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Review – Zero Dark Thirty

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Kathryn Bigelow’s Zero Dark Thirty is a grim, complex, and ambitious war thriller that also happens to be one of the most truthful on-screen examinations of the War on Terror to date. It exposes the darker side of that war and of those who fought it. As such, there are no real heroes or villains in Zero Dark Thirty — just people who did what they thought they had to in order to win. Though this picture isn’t quite as nail-bitingly suspenseful as Bigelow’s Oscar-winning The Hurt Locker, it contains a much more complex narrative and tackles far more controversial issues (like torture). In other words, Zero Dark Thirty is certainly a worthy companion piece to The Hurt Locker.

As far as the story is concerned, Zero Dark Thirty is a dramatization of the CIA’s decade-long hunt for Osama bin Laden, with the CIA officer Maya (Jessica Chastain) being the main driving force behind the hunt. The search for bin Laden and the politics behind it is the main focus of the movie, which means that it plays more like a procedural rather than a typical war thriller. So, if I were to compare it to The Hurt Locker, I’d say it is far more “talky” and contains fewer action sequences. Despite that, there are still quite a few memorable action set pieces in the movie, the most memorable of which is the raid on bin Laden’s secret compound in Pakistan.

But in truth, there is nothing more memorable in Zero Dark Thirty than its repulsive torture scenes that have led many people to believe that the film is “pro-torture,” but I’d say it’s a misinterpretation. The film indeed implies that torture has played an essential role in bin Laden’s capture — because that’s how Maya and her fellow CIA officers get their al-Qaeda captives to talk in the film — but that doesn’t mean that the film itself is taking a pro-torture stance. Let me explain why.

As I’ve already mentioned, Zero Dark Thirty presents its torture scenes in such an unpleasant and disturbing manner that it’s difficult not to be repulsed by them. What makes those scenes so repulsive is the fact that most of them don’t contain any on-screen violence and instead show the after-effects of violence on the actual victims — on their beaten faces and broken bodies. Besides the repulsive nature of the torture scenes, many of the film’s characters, including Maya and her fellow officer Dan (Jason Clarke), often express repugnance and regret when it comes to torturing their captives. So, instead of just saying that torture is good because it works (and it does in the film), Zero Dark Thirty seems to ask the question of whether it is worth the prize at the end of the road. In other words, the film doesn’t take a stance on this issue.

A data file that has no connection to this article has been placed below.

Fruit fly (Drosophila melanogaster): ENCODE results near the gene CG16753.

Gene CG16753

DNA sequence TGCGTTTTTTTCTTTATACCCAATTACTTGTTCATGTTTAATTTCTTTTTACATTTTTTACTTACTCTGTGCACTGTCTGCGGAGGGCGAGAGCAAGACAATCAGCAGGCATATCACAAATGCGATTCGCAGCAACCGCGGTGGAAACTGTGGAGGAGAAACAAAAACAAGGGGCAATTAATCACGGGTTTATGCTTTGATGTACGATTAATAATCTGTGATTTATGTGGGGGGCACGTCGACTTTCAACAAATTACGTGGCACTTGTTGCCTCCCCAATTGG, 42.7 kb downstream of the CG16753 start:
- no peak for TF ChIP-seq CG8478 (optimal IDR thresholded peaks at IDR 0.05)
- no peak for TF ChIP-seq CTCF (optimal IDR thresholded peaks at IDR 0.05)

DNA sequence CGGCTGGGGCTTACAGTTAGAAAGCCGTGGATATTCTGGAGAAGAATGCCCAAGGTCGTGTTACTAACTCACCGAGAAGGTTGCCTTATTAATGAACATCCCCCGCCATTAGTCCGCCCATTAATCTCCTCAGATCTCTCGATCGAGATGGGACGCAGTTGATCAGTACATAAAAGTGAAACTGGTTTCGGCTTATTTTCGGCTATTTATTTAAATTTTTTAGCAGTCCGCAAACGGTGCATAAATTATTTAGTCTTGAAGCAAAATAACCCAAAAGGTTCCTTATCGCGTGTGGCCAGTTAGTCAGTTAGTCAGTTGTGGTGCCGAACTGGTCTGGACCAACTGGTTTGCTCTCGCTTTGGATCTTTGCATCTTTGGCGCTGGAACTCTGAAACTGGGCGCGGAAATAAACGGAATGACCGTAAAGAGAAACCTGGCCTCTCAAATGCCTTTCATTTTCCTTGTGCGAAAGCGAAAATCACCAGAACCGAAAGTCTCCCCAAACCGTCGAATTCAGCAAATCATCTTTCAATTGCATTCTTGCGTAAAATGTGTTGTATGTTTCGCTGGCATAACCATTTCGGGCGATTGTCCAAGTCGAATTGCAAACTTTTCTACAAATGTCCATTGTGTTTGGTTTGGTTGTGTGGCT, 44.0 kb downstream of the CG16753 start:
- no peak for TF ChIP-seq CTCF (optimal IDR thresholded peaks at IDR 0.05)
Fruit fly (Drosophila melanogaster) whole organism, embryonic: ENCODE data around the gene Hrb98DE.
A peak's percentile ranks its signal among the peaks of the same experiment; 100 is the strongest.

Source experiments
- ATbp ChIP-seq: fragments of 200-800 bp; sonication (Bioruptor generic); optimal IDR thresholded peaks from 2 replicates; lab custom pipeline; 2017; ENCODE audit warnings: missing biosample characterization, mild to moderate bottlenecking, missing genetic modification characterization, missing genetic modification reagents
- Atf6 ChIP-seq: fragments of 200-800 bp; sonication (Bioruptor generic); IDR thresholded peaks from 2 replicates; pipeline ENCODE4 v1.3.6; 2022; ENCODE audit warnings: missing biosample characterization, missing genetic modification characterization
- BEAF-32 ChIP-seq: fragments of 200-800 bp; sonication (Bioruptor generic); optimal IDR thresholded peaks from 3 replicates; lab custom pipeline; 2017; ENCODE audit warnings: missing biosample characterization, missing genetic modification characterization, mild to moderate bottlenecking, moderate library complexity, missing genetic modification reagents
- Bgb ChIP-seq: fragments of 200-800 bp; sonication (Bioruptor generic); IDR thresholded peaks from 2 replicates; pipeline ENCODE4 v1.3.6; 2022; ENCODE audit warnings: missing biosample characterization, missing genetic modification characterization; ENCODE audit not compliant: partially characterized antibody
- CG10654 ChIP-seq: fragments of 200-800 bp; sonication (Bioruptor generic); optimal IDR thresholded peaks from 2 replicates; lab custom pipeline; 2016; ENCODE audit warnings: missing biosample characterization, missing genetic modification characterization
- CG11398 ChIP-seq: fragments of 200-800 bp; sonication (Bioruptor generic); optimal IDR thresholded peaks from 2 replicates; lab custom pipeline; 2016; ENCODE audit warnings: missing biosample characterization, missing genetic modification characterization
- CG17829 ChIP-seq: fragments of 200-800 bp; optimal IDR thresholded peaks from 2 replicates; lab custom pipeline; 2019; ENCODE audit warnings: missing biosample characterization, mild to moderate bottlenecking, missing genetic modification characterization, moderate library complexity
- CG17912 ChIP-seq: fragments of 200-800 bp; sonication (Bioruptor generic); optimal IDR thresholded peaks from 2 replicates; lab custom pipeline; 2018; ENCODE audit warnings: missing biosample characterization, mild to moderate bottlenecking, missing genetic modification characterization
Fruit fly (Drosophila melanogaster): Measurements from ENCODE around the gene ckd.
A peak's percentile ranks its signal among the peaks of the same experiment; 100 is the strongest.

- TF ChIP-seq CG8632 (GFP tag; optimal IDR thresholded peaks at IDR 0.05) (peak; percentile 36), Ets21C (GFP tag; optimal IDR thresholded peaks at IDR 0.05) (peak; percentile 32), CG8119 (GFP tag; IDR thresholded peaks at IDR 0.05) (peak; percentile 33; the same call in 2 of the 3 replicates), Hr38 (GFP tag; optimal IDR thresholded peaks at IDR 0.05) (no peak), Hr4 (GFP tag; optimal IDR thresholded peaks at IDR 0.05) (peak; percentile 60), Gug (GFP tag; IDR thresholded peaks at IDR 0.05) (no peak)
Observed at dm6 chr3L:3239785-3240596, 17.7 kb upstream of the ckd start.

Now let’s talk about one of the most important aspects of Zero Dark Thirty — its incredible cast and the incredible performance by Jessica Chastain. What I like about Maya is that she is not your typical “strong” female lead akin Meryl Streep or Sigourney Weaver. She is tough for sure, but she is also incredibly vulnerable. By imbuing Maya with this vulnerability, Chastain has effectively created a very relatable and loveable character. In fact, Chastain gives us so much through her loaded performance that we can easily imagine her background and what drives her to do the things she does — even when the writing doesn’t seem to clue us in.

Another noteworthy performance comes from Jason Clarke who plays the conflicted CIA officer Dan. Clarke imbues Dan with enough humanity to keep him likeable in spite of his sometimes questionable actions. Generally speaking, the whole cast of Zero Dark Thirty is something worth bragging about.

As for Bigelow’s direction, it is impeccable, as always, with many scenes and sequences being shot with hand-held cameras to make the film look more like a documentary rather than fiction. The hand-held style of camera work has also allowed Bigelow to create incredibly suspenseful action set pieces, which deliberately make us lose track of main characters. As far as appearance is concerned, Zero Dark Thirty is very similar to The Hurt Locker.

Unfortunately, Zero Dark Thirty is not without its flaws. Most of them have to do with its pacing — especially in comparison to the perfectly-paced The Hurt Locker. The biggest problem with the movie is that it drags a little, with some sequences feeling too long. Some sequences certainly needed to be dragged out to generate suspense, but some of them are so long that they stop being suspenseful and instead become boring. Another mistake was Boal’s and Bigelow’s decision to divide Zero Dark Thirty into chapters with title cards appearing in-between each one, often interrupting the flow of the movie for no reason. The Hurt Locker didn’t have those and it was better for it.

In spite of those flaws, Zero Dark Thirty is still a marvelous creation. It’s not quite as masterful as The Hurt Locker, but it’s not too far behind either. So, if you enjoy war thrillers — or more importantly, if you have watched and enjoyed The Hurt Locker — then you will definitely love this film.

Rating: A-

By: Taras Trofimov


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